They settled into the cold unforgiving Norwegian climate and worked very hard for 1 and ½ years.  During that time, they made some extra money, and Raymond decided he would try again to buy Sylvia a ring.  This time they settled on a lovely Pewter ring they both loved. The ring was dainty and easy to wear, and it fit perfectly.  With the ring problem solved, they headed back to Spain.   However, this ring was not going to survive either.  One day, it just broke into two pieces.  Sylvia still has part of the ring, but it couldn’t be repaired.  The young couple returned to the United States and began their lives here – full of anticipation and no ring.

Monday, September 2, 2013

The Movable Feast

Ours is a large boisterous opinionated family who celebrates often and has a healthy share of disagreements too.   Somehow we always manage to “land with our feet on the ground” and hearts full of love.  It may take a while, but we always seem to get there.  My goodness, did I get the wrong title for this blog post – family, togetherness, love and food?  Actually they are very related and here is how.

Since the children were little, Sunday dinners have been a tradition at our house – the one day we gather, eat and share what is going on in our busy lives.  When the tradition started, ,my parents lived next door, and they joined us.  Raymond’s mom always joins us too because she lives down the street.   Our children can, and often do, invite friends, and we can too, but Sundays are sacred – well as sacred as anything can be in this household.

I used to worry, as our children married and our grandchildren arrived, that we would never fit into our less than adequate dining room.  We have now installed an outdoor kitchen (much cheaper than knocking down walls).  We also redesigned an old table my mom used in her classroom to be our outside table – 13 can easily fit around it and more if we squeeze together, plus we have two additional outside tables.

Then this summer, with an unexpected windfall, we built a pergola over the outdoor kitchen and table so we finally have a central eating area for most of the year.  Raymond can even cook outside in the rain because we built a roof over where he cooks.  So PROBLEM SOLVED? 

Actually no.  Right now we have a very different situation.  Two of my children either are divorced or in the process of divorcing, and one is estranged from his siblings.  This leaves us with a big open dining space and very few diners. 

They come over frequently, and we are blessed to have very close relationships with all our amazing children. However, for the moment, Sundays aren’t as sacred as they used to be.   We are learning to be more spontaneous and flexible, enjoying them as they can and want to interact.  Sometimes that means several smaller dinners in the same week, and that’s ok.

It just seems a little weird that when we finally established a workable area to dine, our numbers shrank.  I am very hopeful the numbers will grow again, and we’ll be ready because after all -  it’s always a “movable feast.”

Loving, Leaving and Letting Go

When my children were little, I thought of myself as the ultimate teacher and protector.  As they grow older, I see that I am more often the learner and can only protect them through positive thoughts and prayers.  Recently, my youngest daughter, Samantha, taught so many of us about love, endings and letting go.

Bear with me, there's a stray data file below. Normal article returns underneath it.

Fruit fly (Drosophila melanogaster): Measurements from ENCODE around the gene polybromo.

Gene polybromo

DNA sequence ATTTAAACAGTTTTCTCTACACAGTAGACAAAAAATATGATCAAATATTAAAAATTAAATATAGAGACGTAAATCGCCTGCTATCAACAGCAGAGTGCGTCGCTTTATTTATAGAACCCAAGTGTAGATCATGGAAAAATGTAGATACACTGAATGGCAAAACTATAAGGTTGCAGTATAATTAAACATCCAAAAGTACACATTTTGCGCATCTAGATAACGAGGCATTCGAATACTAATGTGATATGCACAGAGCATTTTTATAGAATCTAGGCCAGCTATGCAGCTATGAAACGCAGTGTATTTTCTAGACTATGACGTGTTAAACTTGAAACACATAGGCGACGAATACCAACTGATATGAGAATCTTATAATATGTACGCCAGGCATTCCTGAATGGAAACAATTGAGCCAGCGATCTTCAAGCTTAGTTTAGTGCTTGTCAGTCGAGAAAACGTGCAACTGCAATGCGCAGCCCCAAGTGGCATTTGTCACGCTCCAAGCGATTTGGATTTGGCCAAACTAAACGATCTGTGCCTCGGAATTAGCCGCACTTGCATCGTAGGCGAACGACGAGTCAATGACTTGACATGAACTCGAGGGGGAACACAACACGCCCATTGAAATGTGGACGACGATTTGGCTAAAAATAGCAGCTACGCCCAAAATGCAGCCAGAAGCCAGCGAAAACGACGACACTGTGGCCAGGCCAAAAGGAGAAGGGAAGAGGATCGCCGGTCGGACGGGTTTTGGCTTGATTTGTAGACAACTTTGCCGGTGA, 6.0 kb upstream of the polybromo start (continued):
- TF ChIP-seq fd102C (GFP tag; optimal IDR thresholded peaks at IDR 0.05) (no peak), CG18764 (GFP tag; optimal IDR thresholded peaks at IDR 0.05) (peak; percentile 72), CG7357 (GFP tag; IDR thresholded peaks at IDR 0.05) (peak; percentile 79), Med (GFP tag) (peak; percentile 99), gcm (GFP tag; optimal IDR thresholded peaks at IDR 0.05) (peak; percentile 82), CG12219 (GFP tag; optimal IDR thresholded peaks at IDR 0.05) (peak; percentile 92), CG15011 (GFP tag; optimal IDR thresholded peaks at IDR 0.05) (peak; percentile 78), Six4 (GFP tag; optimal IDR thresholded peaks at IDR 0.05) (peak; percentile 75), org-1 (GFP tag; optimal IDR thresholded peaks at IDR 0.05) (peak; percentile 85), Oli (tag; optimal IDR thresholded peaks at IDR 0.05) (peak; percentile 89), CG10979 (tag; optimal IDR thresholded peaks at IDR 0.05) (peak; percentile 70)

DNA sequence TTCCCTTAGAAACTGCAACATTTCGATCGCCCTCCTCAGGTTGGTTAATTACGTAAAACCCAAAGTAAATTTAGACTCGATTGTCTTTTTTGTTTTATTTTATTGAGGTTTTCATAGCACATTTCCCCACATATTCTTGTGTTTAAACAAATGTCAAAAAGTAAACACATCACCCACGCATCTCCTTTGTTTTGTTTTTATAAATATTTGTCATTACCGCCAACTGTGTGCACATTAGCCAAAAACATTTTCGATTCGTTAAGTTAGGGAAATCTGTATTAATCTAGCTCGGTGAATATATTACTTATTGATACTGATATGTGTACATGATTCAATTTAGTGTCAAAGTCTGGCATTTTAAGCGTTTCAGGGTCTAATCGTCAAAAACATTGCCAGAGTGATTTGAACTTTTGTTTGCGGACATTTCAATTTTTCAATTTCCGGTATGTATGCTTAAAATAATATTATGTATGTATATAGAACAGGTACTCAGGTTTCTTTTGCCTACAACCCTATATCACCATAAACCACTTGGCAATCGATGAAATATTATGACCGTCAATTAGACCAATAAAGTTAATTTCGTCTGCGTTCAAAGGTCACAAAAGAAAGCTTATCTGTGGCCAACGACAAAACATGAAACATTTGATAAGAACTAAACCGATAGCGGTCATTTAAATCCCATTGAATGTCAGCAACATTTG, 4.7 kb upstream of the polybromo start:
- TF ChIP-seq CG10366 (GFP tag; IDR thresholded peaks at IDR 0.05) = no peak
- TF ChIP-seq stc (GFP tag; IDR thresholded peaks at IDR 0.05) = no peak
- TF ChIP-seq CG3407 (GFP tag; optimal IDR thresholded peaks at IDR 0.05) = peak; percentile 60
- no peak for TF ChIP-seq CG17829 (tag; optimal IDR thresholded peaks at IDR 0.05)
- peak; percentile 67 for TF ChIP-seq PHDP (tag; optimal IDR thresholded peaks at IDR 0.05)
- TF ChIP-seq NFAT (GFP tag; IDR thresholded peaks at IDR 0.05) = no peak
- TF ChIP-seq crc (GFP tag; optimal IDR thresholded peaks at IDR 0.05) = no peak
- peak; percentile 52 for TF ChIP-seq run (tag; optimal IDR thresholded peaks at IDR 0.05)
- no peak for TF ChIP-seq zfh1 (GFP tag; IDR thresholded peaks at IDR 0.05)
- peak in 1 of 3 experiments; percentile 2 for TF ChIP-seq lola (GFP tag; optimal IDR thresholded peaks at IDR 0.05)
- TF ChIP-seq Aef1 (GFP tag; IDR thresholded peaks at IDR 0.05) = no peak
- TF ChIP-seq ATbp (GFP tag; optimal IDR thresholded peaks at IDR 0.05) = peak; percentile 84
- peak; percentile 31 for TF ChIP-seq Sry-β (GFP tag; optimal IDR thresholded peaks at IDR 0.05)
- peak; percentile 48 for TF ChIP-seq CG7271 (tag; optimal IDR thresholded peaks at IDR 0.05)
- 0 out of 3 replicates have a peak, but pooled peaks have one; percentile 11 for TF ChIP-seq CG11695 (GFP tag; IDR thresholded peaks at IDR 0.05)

Five years ago, family and friends gathered on Oahu’s beautiful North Shore to celebrate her marriage to her long time boyfriend and best friend.  Everything about their wedding weekend was magical and filled with love and hope.  This is the daughter who lives across the street from us, and we have taken many trips with the two of them.  However, now as we approached this anniversary date five years later, love and hope have been replaced by sadness and disillusionment.  He decided that he couldn’t stay in a committed relationship.  At first, our daughter did everything possible to be the partner that he thought he wanted, but even though they were best of friends, she couldn’t help him find his way back to her, and she finally let him go. 

She has always been the child who wore a strong protective armor so most of us were very surprised about the ending of this special relationship.  Of course there were months of tears, anxiety and extreme sadness, but then she decided it was time to move on.  She is blessed by a wonderful sharing group of supportive friends and family who have helped her realize it’s important to share and be vulnerable.

As the date approached, she seemed strong and confident, but I ached for her and kept her constantly in my thoughts and prayers.  The night before the anniversary soon to be erased from all our calendars, her presence was so strong that I couldn’t sleep.  Finally, I gave up and reached for my phone.  I never check emails in the middle of the night, but for some reason I did.  And there was her email that forever changed how we would deal with the ending of this marriage.

In her beautiful email to loved ones, she reached out and said she had learned through this difficult time the importance of sharing.  She 
assured everyone that her love and marriage was real, and that they had spent many wonderful years together, supporting and loving each other.  She also said, that “although at times it feels like someone is missing” she was moving forward. 

Then she asked us to hold our loved ones and spend time reflecting why we loved them.  She asked us to put a little of that love in our palm and release it for both of them so they could move on in “peace, forgiveness, and resolve” as they moved forward in each of their separate journeys.”
Her style and spirit flowed out of the letter, and I felt such pride in her strength and sweet vulnerability. 

Raymond and I did walk to the beach, hold each other, and put some, actually a lot, of love in our palms to complete her wish. 
I have to admit Raymond had a little harder time than I did with forgiveness.  After all, it’s his baby girl and the protection part is really strong. He kept having a vision of a skunk and this young man in the road and only being able to save one, and let's just say it didn’t have a good ending for the young man.  However, he has always been able to move past anger and disappointments, so I have great faith that he’ll rework this vision too.

Whoever said, “It is better to have loved and lost, than never to have loved at all” might be right, but the losing is so hard.  Some of my hardest lessons have been about letting go of anger and hurt, and Samantha taught me so much about letting go.  She says she is moving forward, and I’m so happy to be able to continue on this journey with our smart, stylish, spirited daughter with that great big heart.  .